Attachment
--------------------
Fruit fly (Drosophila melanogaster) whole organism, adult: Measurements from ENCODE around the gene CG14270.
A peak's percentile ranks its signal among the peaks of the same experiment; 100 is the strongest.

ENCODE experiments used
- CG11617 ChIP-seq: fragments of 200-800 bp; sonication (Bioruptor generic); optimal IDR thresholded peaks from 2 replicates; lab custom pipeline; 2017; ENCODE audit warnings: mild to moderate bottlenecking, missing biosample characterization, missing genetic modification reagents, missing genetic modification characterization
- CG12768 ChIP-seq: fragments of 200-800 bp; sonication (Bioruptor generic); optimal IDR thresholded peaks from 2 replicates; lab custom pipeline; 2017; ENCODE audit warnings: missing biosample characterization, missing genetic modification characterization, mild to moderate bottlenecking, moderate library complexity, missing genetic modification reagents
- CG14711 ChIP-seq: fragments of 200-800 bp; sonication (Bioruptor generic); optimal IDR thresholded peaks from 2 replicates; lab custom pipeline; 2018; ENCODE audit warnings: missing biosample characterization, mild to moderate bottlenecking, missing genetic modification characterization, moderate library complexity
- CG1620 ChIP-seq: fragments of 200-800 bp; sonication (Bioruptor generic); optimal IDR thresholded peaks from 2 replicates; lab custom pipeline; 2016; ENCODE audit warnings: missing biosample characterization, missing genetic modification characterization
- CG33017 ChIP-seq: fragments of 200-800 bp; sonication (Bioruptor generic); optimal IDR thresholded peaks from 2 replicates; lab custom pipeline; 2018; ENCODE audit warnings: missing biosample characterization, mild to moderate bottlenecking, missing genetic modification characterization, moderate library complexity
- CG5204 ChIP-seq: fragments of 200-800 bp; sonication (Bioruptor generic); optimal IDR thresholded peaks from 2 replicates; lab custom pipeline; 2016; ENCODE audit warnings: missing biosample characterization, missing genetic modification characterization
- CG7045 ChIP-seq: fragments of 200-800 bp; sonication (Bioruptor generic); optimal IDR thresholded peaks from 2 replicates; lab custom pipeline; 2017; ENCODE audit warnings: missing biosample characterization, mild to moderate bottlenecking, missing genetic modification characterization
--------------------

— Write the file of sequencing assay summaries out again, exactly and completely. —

Fruit fly (Drosophila melanogaster) whole organism, adult: Measurements from ENCODE around the gene CG14270.
A peak's percentile ranks its signal among the peaks of the same experiment; 100 is the strongest.

ENCODE experiments used
- CG11617 ChIP-seq: fragments of 200-800 bp; sonication (Bioruptor generic); optimal IDR thresholded peaks from 2 replicates; lab custom pipeline; 2017; ENCODE audit warnings: mild to moderate bottlenecking, missing biosample characterization, missing genetic modification reagents, missing genetic modification characterization
- CG12768 ChIP-seq: fragments of 200-800 bp; sonication (Bioruptor generic); optimal IDR thresholded peaks from 2 replicates; lab custom pipeline; 2017; ENCODE audit warnings: missing biosample characterization, missing genetic modification characterization, mild to moderate bottlenecking, moderate library complexity, missing genetic modification reagents
- CG14711 ChIP-seq: fragments of 200-800 bp; sonication (Bioruptor generic); optimal IDR thresholded peaks from 2 replicates; lab custom pipeline; 2018; ENCODE audit warnings: missing biosample characterization, mild to moderate bottlenecking, missing genetic modification characterization, moderate library complexity
- CG1620 ChIP-seq: fragments of 200-800 bp; sonication (Bioruptor generic); optimal IDR thresholded peaks from 2 replicates; lab custom pipeline; 2016; ENCODE audit warnings: missing biosample characterization, missing genetic modification characterization
- CG33017 ChIP-seq: fragments of 200-800 bp; sonication (Bioruptor generic); optimal IDR thresholded peaks from 2 replicates; lab custom pipeline; 2018; ENCODE audit warnings: missing biosample characterization, mild to moderate bottlenecking, missing genetic modification characterization, moderate library complexity
- CG5204 ChIP-seq: fragments of 200-800 bp; sonication (Bioruptor generic); optimal IDR thresholded peaks from 2 replicates; lab custom pipeline; 2016; ENCODE audit warnings: missing biosample characterization, missing genetic modification characterization
- CG7045 ChIP-seq: fragments of 200-800 bp; sonication (Bioruptor generic); optimal IDR thresholded peaks from 2 replicates; lab custom pipeline; 2017; ENCODE audit warnings: missing biosample characterization, mild to moderate bottlenecking, missing genetic modification characterization